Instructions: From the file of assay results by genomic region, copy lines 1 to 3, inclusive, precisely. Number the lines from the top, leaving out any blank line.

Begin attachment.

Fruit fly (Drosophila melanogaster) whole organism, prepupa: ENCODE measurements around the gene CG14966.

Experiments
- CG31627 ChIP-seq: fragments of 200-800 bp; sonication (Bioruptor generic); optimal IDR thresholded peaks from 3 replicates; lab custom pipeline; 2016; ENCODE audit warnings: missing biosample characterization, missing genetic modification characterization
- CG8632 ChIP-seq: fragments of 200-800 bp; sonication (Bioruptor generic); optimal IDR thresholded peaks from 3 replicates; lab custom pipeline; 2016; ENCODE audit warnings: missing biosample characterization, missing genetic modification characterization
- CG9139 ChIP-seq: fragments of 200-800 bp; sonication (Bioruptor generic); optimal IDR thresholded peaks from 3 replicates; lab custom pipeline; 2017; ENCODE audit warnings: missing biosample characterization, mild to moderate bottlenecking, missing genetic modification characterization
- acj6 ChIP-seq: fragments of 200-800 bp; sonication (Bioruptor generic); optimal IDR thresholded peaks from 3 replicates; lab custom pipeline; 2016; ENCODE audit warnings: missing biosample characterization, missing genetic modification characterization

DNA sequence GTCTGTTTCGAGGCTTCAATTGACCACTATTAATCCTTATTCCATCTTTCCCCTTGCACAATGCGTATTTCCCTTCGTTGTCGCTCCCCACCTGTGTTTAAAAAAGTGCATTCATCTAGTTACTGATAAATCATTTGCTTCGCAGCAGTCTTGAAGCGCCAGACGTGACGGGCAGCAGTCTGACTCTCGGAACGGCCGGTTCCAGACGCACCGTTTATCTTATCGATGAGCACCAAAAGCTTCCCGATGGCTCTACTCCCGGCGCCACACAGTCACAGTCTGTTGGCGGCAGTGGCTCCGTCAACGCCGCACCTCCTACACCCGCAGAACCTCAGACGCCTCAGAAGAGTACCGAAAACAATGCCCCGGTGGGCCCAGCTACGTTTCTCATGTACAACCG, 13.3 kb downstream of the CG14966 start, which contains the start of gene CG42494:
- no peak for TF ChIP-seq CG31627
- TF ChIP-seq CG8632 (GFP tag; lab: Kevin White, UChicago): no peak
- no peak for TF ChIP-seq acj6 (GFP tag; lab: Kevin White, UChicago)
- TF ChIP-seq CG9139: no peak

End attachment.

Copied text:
Fruit fly (Drosophila melanogaster) whole organism, prepupa: ENCODE measurements around the gene CG14966.

Experiments
- CG31627 ChIP-seq: fragments of 200-800 bp; sonication (Bioruptor generic); optimal IDR thresholded peaks from 3 replicates; lab custom pipeline; 2016; ENCODE audit warnings: missing biosample characterization, missing genetic modification characterization